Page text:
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APBA (pronounced "APP-bah") is a game company founded in Lancaster, Pennsylvania. It was created in 1951 by J. Richard Seitz. The game company on their official website states that the letters stood for "American Professional Baseball Association" which was the name of a boyhood league Mr. Seitz participated in with his friends. After 60 years in Pennsylvania, the company headquarters was moved in 2011 to Alpharetta, Georgia.

The company's first offering was a baseball simulation table game using cards to represent each major league player, boards to represent different on-base scenarios (e.g. "Bases Empty", "Runners on First and Third," "Bases Loaded"), and dice to generate random numbers. Seitz's product was derived from the game National Pastime, invented and patented by Clifford Van Beek in 1925, a game which Seitz played in his youth. The game can be played against another person or in solitaire fashion. Devoted fans keep track of the results and assess how players' performance compares to their real-life statistics.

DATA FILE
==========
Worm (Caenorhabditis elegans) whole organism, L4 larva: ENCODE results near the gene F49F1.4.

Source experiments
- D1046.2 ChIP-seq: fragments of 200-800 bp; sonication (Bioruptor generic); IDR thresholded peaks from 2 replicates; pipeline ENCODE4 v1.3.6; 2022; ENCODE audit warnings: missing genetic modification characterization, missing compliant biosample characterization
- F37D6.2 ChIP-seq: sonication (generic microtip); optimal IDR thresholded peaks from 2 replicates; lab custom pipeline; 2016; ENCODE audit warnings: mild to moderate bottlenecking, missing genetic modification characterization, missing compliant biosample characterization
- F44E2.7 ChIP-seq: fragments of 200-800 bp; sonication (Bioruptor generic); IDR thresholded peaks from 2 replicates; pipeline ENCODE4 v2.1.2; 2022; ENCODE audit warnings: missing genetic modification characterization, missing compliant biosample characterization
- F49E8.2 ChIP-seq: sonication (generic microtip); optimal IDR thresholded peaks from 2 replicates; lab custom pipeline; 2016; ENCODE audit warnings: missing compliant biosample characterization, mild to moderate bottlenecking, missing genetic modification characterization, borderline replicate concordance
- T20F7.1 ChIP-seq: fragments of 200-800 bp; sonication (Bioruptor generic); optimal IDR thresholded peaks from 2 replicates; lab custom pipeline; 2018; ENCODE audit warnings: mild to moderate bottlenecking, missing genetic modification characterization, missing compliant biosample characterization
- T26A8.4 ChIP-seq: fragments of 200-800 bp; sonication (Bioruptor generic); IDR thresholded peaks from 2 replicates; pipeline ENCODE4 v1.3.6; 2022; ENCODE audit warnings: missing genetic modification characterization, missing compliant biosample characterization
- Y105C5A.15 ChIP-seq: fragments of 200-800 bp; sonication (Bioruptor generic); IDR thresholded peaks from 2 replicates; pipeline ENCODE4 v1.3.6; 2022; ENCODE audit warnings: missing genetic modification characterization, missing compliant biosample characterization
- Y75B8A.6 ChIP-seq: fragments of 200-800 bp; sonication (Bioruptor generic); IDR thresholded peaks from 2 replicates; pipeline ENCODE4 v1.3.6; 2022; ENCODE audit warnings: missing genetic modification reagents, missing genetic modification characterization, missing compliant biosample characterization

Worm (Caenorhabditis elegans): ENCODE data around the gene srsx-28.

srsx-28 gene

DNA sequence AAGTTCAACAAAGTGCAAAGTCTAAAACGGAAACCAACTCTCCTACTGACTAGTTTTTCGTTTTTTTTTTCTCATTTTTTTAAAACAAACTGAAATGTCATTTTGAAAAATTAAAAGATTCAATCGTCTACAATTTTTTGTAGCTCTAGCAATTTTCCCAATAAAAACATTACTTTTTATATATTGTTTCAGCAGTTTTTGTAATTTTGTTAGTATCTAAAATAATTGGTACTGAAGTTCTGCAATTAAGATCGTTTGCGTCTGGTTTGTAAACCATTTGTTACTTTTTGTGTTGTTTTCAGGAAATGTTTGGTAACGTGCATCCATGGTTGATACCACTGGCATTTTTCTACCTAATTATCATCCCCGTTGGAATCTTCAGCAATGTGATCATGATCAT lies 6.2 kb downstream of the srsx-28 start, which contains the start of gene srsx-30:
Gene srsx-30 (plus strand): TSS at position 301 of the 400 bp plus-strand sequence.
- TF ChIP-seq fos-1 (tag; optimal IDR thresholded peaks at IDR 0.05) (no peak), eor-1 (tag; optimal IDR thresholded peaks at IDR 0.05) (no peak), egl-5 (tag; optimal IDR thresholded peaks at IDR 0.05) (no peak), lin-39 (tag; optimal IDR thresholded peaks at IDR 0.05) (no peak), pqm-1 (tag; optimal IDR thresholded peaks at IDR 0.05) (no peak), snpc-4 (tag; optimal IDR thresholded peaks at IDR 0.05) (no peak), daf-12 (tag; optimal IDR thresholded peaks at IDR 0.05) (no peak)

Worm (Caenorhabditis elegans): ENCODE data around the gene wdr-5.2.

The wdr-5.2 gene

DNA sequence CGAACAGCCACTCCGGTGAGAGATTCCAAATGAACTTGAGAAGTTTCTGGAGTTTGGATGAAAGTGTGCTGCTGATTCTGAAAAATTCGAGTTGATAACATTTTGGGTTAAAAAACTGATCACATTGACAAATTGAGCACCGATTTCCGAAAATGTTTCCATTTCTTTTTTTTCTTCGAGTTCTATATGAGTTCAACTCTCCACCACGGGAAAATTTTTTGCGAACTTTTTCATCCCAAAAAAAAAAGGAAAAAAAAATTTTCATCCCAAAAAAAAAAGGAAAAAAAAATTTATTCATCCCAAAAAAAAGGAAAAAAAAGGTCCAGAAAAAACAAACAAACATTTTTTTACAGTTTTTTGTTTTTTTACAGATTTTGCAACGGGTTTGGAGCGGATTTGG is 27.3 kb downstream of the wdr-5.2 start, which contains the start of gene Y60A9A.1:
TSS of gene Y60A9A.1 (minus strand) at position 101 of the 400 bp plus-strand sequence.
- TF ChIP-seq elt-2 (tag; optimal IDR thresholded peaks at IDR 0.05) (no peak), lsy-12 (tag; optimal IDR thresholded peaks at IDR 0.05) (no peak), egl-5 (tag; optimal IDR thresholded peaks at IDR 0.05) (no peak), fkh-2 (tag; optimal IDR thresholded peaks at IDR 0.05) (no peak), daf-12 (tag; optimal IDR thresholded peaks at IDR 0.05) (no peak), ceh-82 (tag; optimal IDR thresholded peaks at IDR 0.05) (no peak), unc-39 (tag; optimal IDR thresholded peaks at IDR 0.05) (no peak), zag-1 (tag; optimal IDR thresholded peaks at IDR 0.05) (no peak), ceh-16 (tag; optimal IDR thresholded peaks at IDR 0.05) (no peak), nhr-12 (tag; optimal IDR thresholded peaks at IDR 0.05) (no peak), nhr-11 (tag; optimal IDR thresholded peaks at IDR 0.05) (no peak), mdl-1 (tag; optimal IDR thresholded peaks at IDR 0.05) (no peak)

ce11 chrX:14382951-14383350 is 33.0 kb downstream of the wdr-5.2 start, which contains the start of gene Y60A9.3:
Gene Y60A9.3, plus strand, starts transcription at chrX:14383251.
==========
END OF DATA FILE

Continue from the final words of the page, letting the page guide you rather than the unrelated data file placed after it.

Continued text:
The game company later produced football, golf, basketball, hockey, bowling, boxing, soccer, and saddle racing games modeled after the baseball game (cards, boards and dice).

Later, computer adaptations of some of these games were produced.

APBA enthusiasts have included Presidents George H.W. Bush and George W. Bush; David Eisenhower; sports agent Arn Tellem; and journalist and memoirist Franz Lidz. Many players and others involved in the game have been fans.

For much of its history APBA's main competitor has been Strat-O-Matic. Other competitors include, or have included, Replay Publishing, Statis Pro Baseball, MLB Showdown and, in APBA's early years, Big League Manager. In 2000 APBA redesigned the packaging of its baseball game and for a brief time expanded its marketing approach to include hobby shops and sport card dealers, with limited success.